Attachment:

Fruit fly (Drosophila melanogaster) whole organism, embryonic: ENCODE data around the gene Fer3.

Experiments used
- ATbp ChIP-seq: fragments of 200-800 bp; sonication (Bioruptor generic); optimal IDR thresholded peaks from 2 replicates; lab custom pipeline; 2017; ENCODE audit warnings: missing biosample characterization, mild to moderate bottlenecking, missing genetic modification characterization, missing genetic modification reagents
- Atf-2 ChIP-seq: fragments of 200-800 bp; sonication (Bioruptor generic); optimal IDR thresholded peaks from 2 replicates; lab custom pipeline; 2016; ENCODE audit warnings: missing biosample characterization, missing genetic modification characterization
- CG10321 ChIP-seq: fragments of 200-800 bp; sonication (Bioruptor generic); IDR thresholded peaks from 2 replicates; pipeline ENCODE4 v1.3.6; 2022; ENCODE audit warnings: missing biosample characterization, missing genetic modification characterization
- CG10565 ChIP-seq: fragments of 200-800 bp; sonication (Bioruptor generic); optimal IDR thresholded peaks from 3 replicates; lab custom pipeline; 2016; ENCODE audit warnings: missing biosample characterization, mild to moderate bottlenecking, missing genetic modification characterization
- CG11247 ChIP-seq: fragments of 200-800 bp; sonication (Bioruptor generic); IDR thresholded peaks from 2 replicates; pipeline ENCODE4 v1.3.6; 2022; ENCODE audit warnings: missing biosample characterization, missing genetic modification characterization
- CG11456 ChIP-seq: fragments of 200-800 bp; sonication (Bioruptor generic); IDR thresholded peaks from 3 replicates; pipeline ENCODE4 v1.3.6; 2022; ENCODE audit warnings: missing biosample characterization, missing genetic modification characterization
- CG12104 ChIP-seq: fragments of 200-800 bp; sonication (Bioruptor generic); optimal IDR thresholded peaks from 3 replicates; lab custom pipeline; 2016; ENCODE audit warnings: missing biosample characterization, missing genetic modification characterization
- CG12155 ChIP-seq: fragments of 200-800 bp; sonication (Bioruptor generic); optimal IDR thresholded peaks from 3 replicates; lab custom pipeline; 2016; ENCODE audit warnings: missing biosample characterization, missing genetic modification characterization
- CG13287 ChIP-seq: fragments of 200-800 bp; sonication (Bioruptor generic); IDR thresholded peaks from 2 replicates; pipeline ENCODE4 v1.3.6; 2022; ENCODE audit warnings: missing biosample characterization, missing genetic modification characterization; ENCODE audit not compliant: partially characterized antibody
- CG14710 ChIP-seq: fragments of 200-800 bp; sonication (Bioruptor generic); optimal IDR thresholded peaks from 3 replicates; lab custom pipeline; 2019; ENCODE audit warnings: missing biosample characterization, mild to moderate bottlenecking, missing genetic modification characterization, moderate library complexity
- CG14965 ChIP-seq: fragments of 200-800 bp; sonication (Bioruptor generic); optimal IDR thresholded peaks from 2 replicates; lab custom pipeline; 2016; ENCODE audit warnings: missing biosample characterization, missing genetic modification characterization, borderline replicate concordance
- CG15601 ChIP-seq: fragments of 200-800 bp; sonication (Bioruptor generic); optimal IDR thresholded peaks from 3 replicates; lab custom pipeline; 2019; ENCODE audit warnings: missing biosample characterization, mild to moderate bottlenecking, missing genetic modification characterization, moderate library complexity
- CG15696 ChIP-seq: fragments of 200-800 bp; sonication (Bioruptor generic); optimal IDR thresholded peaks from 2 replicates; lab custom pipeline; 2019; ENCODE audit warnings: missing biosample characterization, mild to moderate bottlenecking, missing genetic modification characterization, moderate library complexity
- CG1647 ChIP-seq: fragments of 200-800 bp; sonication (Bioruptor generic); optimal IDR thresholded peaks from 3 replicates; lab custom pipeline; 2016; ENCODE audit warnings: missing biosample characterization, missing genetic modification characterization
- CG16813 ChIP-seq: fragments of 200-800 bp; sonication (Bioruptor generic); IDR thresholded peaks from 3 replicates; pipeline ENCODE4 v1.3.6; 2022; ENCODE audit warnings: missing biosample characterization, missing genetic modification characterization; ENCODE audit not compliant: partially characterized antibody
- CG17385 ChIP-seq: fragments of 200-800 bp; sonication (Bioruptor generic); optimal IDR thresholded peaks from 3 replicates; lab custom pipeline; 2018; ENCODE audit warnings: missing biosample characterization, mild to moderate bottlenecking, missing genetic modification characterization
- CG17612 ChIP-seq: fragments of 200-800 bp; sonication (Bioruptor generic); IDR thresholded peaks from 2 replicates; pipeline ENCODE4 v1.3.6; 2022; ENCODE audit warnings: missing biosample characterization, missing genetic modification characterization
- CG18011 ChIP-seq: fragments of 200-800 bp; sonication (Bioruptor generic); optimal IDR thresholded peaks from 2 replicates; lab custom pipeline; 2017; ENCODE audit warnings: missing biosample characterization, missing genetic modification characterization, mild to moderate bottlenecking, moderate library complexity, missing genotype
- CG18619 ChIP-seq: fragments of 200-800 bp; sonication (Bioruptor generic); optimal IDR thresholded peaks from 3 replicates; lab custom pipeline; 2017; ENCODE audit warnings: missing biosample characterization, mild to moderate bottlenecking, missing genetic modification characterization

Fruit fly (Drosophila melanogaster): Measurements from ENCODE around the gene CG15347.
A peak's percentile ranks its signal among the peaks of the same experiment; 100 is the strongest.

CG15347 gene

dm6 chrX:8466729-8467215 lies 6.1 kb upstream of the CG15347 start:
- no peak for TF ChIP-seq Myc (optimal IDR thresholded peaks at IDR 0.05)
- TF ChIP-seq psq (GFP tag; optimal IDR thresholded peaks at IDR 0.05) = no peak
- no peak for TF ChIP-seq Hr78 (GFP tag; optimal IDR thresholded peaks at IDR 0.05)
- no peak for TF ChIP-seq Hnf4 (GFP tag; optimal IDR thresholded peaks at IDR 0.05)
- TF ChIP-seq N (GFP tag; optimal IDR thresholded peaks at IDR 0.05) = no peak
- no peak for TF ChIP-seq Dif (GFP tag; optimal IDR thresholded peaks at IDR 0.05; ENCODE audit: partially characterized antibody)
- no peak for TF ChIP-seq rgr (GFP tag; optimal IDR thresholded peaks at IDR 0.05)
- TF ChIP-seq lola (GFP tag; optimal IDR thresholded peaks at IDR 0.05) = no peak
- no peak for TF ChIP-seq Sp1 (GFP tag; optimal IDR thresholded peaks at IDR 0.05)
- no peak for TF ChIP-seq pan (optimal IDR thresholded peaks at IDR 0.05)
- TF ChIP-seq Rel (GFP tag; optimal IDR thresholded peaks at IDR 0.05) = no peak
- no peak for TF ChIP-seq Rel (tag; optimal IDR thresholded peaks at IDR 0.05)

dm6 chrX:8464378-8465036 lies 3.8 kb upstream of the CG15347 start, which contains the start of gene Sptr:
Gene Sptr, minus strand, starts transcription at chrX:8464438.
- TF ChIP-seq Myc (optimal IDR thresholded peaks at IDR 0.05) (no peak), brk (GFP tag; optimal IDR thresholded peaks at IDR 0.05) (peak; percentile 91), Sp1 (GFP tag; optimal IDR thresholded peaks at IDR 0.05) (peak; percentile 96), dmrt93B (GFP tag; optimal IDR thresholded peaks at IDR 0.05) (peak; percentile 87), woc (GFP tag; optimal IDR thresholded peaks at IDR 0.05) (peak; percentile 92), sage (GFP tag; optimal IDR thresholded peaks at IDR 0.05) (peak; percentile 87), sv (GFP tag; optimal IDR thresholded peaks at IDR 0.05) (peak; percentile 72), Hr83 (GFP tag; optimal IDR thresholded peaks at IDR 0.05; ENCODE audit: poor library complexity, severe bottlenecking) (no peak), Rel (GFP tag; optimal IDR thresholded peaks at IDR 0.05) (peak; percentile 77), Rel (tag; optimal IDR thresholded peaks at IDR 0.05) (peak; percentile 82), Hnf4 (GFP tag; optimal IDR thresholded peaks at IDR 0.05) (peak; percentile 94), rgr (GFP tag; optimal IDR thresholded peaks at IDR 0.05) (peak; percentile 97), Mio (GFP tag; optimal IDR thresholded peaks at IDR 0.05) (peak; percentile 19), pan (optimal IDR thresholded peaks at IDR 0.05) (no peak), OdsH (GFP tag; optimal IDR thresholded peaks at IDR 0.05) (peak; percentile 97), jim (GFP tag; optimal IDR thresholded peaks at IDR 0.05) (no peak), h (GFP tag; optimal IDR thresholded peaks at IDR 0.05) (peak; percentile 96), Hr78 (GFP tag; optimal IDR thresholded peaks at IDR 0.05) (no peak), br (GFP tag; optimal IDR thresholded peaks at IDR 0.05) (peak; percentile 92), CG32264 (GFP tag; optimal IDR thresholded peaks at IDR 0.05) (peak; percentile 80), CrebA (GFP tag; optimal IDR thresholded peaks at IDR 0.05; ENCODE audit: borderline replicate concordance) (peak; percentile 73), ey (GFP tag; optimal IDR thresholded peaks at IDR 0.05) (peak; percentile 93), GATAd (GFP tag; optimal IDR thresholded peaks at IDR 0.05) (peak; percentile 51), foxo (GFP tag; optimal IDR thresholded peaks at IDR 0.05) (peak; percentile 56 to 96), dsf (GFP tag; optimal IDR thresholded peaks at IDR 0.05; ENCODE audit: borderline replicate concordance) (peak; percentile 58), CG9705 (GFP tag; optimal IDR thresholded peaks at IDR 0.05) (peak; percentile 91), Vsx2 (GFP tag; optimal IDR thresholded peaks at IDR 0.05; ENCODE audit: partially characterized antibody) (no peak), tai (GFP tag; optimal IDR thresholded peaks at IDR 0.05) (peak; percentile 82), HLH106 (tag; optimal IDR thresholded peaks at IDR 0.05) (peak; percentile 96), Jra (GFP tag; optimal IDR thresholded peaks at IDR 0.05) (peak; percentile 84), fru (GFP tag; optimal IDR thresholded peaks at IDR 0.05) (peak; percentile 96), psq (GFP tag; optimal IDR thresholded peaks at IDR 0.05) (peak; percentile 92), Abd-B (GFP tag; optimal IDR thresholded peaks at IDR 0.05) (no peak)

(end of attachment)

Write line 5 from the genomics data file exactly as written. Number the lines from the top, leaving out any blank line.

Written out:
- CG10321 ChIP-seq: fragments of 200-800 bp; sonication (Bioruptor generic); IDR thresholded peaks from 2 replicates; pipeline ENCODE4 v1.3.6; 2022; ENCODE audit warnings: missing biosample characterization, missing genetic modification characterization